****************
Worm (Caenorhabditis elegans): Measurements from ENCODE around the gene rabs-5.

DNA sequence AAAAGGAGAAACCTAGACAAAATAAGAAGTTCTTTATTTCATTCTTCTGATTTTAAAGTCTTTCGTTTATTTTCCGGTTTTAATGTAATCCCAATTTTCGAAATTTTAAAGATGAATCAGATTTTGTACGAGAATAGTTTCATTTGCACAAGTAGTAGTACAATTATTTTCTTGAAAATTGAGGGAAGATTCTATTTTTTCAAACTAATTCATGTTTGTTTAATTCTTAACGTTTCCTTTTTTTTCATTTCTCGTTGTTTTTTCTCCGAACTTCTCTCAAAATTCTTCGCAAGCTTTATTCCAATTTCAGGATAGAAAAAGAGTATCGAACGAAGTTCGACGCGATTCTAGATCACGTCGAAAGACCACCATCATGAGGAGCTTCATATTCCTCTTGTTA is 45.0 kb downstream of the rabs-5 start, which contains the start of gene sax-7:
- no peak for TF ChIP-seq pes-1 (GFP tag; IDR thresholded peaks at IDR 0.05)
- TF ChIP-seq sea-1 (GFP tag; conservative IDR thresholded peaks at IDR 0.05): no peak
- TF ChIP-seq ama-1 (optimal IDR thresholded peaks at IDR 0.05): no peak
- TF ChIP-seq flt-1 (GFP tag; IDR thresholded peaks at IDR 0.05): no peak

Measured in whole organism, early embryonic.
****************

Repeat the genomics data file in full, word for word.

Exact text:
Worm (Caenorhabditis elegans): Measurements from ENCODE around the gene rabs-5.

DNA sequence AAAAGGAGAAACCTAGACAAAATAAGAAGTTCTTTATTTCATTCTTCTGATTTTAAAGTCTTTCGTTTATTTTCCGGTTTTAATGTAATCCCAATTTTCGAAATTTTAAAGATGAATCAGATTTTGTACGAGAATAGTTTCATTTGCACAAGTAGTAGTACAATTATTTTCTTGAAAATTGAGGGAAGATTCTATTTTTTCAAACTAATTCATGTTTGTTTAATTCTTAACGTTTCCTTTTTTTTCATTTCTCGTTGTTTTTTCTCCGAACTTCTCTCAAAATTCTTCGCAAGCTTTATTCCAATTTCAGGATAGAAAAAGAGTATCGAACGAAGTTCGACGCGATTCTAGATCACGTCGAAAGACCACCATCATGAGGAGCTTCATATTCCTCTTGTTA is 45.0 kb downstream of the rabs-5 start, which contains the start of gene sax-7:
- no peak for TF ChIP-seq pes-1 (GFP tag; IDR thresholded peaks at IDR 0.05)
- TF ChIP-seq sea-1 (GFP tag; conservative IDR thresholded peaks at IDR 0.05): no peak
- TF ChIP-seq ama-1 (optimal IDR thresholded peaks at IDR 0.05): no peak
- TF ChIP-seq flt-1 (GFP tag; IDR thresholded peaks at IDR 0.05): no peak

Measured in whole organism, early embryonic.